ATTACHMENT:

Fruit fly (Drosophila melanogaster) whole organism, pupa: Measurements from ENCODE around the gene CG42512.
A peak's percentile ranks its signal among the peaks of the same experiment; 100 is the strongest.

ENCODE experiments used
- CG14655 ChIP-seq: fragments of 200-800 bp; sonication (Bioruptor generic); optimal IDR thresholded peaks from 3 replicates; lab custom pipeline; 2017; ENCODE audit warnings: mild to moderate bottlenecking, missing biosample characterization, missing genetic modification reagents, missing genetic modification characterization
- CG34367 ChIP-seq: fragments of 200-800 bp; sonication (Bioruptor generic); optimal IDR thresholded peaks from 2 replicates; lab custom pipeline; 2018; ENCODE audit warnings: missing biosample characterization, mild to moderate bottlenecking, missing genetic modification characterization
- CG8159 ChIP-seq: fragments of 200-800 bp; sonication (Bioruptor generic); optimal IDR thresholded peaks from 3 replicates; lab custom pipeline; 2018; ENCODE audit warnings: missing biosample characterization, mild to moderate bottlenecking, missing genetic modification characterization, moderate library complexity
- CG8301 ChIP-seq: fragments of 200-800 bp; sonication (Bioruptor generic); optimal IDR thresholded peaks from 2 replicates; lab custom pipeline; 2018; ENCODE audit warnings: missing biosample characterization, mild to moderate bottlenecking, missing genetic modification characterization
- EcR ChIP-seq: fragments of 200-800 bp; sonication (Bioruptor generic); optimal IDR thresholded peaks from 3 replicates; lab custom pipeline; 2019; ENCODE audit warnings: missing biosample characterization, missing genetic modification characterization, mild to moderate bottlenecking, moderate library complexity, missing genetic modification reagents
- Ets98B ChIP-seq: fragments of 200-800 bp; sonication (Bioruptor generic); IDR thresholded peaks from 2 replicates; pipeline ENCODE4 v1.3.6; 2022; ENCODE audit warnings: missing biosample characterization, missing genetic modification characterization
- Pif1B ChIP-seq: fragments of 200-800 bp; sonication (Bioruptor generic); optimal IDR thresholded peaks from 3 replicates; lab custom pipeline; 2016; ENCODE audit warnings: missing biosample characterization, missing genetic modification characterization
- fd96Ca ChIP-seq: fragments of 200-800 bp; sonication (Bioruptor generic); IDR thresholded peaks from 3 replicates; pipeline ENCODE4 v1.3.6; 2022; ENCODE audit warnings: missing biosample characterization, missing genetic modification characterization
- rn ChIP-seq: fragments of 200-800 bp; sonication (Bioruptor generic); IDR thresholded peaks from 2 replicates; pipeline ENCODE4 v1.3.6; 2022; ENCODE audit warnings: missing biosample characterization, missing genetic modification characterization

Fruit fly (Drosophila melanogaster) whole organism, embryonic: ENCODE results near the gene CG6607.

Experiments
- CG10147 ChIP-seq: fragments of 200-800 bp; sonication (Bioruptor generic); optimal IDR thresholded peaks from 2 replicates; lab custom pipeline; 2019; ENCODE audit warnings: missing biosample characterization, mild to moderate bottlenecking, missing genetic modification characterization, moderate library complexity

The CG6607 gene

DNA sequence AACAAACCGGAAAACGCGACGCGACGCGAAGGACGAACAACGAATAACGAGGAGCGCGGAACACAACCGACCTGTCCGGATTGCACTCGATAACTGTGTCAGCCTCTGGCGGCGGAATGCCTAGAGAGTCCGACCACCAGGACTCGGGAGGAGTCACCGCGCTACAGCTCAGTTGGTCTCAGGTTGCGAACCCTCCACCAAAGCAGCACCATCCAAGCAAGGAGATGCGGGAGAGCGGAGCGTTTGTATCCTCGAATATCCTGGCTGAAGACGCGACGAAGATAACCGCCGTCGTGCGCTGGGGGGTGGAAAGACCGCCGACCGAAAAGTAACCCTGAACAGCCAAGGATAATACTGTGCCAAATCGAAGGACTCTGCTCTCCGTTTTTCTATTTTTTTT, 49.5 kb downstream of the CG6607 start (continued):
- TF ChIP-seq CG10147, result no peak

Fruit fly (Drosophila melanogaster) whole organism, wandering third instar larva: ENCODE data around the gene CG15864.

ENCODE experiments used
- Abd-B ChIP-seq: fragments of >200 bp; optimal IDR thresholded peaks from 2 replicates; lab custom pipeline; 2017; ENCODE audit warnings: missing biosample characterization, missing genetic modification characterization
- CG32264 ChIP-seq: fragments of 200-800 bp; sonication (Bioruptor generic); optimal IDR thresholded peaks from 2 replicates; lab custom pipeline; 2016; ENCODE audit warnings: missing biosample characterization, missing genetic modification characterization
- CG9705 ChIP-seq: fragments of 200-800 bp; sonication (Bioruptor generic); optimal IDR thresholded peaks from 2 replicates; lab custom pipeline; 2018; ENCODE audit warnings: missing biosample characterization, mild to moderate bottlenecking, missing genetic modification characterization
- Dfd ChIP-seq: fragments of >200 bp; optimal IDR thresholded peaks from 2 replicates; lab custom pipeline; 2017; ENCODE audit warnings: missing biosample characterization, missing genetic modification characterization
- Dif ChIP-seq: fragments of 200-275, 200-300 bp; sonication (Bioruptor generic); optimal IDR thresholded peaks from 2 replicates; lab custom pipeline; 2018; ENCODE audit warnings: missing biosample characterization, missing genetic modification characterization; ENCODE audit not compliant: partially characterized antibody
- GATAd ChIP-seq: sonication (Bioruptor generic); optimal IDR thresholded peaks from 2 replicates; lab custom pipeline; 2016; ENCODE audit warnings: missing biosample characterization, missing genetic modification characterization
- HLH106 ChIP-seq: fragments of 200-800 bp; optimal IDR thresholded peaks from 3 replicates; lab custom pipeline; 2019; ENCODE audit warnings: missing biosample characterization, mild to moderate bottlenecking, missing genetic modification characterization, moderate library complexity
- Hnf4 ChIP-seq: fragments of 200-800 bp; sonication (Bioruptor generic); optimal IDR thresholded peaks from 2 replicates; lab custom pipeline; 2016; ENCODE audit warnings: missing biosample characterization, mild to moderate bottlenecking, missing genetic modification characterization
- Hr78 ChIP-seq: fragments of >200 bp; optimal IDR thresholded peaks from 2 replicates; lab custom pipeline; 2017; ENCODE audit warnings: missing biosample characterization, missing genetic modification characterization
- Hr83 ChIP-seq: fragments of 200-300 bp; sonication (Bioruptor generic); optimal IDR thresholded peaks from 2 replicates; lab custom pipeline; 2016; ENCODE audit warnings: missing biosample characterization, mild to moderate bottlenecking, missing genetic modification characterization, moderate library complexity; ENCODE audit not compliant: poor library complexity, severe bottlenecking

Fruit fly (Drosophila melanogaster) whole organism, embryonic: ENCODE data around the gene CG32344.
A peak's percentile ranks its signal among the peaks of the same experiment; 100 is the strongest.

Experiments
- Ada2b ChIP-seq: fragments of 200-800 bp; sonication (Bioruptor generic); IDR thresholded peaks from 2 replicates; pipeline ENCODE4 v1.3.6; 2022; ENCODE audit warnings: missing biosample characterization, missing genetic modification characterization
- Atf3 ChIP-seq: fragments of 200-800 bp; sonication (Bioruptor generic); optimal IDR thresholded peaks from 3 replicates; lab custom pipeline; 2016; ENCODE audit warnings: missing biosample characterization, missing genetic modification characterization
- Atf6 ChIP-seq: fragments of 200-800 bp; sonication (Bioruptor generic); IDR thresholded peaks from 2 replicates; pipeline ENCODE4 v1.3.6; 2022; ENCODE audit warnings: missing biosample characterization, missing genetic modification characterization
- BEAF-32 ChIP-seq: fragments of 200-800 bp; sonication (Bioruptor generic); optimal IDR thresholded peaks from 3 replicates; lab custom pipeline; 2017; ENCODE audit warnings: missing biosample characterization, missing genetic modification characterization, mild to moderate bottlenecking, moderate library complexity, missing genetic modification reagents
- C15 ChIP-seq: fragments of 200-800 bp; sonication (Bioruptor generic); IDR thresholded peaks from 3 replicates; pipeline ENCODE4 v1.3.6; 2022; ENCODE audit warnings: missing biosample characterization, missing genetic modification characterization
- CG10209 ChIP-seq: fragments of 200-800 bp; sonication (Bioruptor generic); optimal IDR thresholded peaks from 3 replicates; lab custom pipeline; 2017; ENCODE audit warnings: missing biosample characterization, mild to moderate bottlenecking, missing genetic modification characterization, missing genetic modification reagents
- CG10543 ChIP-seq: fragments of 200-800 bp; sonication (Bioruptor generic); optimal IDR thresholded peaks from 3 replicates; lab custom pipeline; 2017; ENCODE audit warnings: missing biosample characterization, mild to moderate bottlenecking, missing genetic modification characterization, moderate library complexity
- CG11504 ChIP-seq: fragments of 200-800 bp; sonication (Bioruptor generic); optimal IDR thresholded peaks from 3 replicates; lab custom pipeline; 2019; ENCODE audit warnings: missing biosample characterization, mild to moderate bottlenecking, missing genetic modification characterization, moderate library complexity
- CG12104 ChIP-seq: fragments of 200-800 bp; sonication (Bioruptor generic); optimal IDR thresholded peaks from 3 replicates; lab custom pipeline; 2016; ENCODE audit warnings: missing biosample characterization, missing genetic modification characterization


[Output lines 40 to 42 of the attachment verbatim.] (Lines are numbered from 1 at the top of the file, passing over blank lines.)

- CG10543 ChIP-seq: fragments of 200-800 bp; sonication (Bioruptor generic); optimal IDR thresholded peaks from 3 replicates; lab custom pipeline; 2017; ENCODE audit warnings: missing biosample characterization, mild to moderate bottlenecking, missing genetic modification characterization, moderate library complexity
- CG11504 ChIP-seq: fragments of 200-800 bp; sonication (Bioruptor generic); optimal IDR thresholded peaks from 3 replicates; lab custom pipeline; 2019; ENCODE audit warnings: missing biosample characterization, mild to moderate bottlenecking, missing genetic modification characterization, moderate library complexity
- CG12104 ChIP-seq: fragments of 200-800 bp; sonication (Bioruptor generic); optimal IDR thresholded peaks from 3 replicates; lab custom pipeline; 2016; ENCODE audit warnings: missing biosample characterization, missing genetic modification characterization